I am a serious music lover. More specifically, I adore the blues and rock ‘n roll. Etta James is my favorite singer of all time. By a stroke of good luck, I live just five blocks from Buddy Guy’s Legends in Chicago. However, I have a serious confession. I also live eight blocks from the historic Chess Records Studios but had not toured it until last week. This fact seems unbelievable, but I have, finally, righted that wrong. Today, I am happy to share my experience with you. Below is the rockin’ good news about Chess Records:
Chess Records was formed and run by
brothers Leonard and Phil Chess who were Polish immigrants living in Chicago. The company produced and released many legendary, musical recordings within the blues, rock ‘n roll, R&B, jazz and polka genres. Some of the most famous acts to record at Chess Records include Muddy Waters, Howlin’ Wolf, Little Walter, Etta James, Chuck Berry, Bo Diddley, Buddy Guy and The Rolling Stones. Willie Dixon was one of the primary producers, songwriters, and arrangers of the signature “Chess Records Sound.” The acoustics in this studio space are stellar!
The most famous location for Chess Records is 2120 South Michigan Avenue, and the heyday for recordings ran from 1956 – 1965. In 1993, Willie Dixon’s widow, Marie, purchased the building. She renovated it and reopened it four years later as the Blues Heaven Foundation, a dedication to her husband.
The mission of the Blues Heaven Foundation is to help artists and musicians learn the history of the blues, as well as the business of music, in general.
More specifically, the Blues Heaven Foundation connects struggling musicians with lawyers (pro bono) who help them with the legal work necessary to protect their artistic rights. On my recent visit to the Blues Heaven Foundation, A.K.A Chess Records, I had an extensive conversation with Keith Dixon, Willie’s Dixon’s grandson. He talked about the many good deeds this foundation is carrying out for musicians and artists, many of whom don’t have a place to live and who are trying to learn the very complicated business of music. The rich history of legendary artists like Willie Dixon, Muddy Waters, Buddy Guy and B.B. King mentoring young musicians’ talents and knowledge of the music business is something I admire greatly. Such altruism and humbleness are testaments to their mutual love of the blues and the music industry.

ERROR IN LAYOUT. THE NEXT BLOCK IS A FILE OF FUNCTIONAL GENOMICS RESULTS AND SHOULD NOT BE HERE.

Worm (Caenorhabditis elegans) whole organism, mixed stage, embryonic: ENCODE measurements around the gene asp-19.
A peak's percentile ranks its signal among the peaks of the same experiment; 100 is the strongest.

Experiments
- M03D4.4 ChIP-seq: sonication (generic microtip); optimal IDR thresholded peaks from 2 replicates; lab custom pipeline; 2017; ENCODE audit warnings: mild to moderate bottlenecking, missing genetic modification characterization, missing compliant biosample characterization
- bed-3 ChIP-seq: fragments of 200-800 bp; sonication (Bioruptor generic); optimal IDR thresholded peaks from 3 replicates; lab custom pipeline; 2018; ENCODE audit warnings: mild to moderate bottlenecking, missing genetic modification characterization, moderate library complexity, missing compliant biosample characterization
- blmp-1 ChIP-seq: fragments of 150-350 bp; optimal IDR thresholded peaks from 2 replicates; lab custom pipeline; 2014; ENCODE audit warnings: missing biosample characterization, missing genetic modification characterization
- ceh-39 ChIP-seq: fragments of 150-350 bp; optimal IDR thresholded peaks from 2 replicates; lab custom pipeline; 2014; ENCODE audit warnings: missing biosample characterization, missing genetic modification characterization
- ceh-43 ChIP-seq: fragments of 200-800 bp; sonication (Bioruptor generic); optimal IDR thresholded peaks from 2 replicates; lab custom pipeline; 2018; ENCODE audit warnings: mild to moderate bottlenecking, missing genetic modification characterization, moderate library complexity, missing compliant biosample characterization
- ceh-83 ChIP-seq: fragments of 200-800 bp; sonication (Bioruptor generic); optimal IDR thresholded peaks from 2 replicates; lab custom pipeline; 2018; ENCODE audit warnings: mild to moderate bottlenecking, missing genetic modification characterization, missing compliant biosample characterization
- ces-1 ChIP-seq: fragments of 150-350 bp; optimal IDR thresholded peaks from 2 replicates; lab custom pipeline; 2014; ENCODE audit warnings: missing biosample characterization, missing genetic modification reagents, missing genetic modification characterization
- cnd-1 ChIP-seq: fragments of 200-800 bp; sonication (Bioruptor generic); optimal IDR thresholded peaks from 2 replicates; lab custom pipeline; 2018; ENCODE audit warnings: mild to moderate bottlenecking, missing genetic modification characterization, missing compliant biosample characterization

Up and coming musicians can enjoy music clinics at Chess Records / Blues Heaven Foundation, as well as apply for the Muddy Waters Scholarship and the Willie Dixon Scholarship which offer funds for college education in the field of music.
The Blues Heaven Foundation does not widely publicize visits by big-name celebrities when they come to Chicago. However, many such musicians do visit often. Members of The Rolling Stones are regular visitors, and they consider Chess Records a second home. Recently, Beyoncé and Alicia Keys stopped by the studio, on separate occasions, to give talks to young musicians about the business side of the music industry. The list of musical geniuses that swing by Chess Records to pay their respects or mentor the next wave of serious music lovers is impressive. You might just bump into one of them if you time it right!
Whether you are a resident or visitor to Chicago, you will be moved deeply by a tour of Chess Records. The hallowed halls gave birth to the kings and queens of the blues and rock ‘n roll. A small donation ($10) is all that you need to soak up the history of one of the best musical museums in the world.
I enjoyed Keith Dixon’s stories about all of the famous artists, their recordings, and visits. I loved touching Willie Dixon’s bass and the original studio instruments. The history behind the exceptional acoustics is fascinating.
During summer beginning in June, drop by the Blues Heaven Foundation for its garden concert series on Thursday evenings.
Since my visit to Chess Records, the world lost Chuck Berry, the father of rock ‘n roll. Read Buddy Guy’s memories of Chuck Berry in this Billboard on-line article.